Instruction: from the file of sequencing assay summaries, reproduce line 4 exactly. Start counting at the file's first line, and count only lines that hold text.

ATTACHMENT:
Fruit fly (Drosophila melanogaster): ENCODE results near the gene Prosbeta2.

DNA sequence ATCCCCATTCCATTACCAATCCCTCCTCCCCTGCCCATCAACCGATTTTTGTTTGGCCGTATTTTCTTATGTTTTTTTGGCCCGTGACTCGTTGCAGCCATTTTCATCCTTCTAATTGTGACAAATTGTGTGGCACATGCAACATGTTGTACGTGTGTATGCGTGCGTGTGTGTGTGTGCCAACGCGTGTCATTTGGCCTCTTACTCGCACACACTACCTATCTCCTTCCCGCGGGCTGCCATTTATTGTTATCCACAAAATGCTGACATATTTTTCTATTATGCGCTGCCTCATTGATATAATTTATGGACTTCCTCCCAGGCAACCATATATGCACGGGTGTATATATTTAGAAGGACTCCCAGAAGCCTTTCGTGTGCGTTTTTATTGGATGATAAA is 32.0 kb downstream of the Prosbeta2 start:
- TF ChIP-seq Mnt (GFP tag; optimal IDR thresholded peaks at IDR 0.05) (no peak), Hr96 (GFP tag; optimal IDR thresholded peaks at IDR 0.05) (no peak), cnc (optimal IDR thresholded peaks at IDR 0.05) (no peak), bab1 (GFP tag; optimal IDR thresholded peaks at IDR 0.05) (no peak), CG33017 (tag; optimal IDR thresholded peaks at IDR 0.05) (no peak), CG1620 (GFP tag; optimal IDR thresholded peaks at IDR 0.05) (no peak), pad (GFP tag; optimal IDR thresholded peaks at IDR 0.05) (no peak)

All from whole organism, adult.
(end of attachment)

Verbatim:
All from whole organism, adult.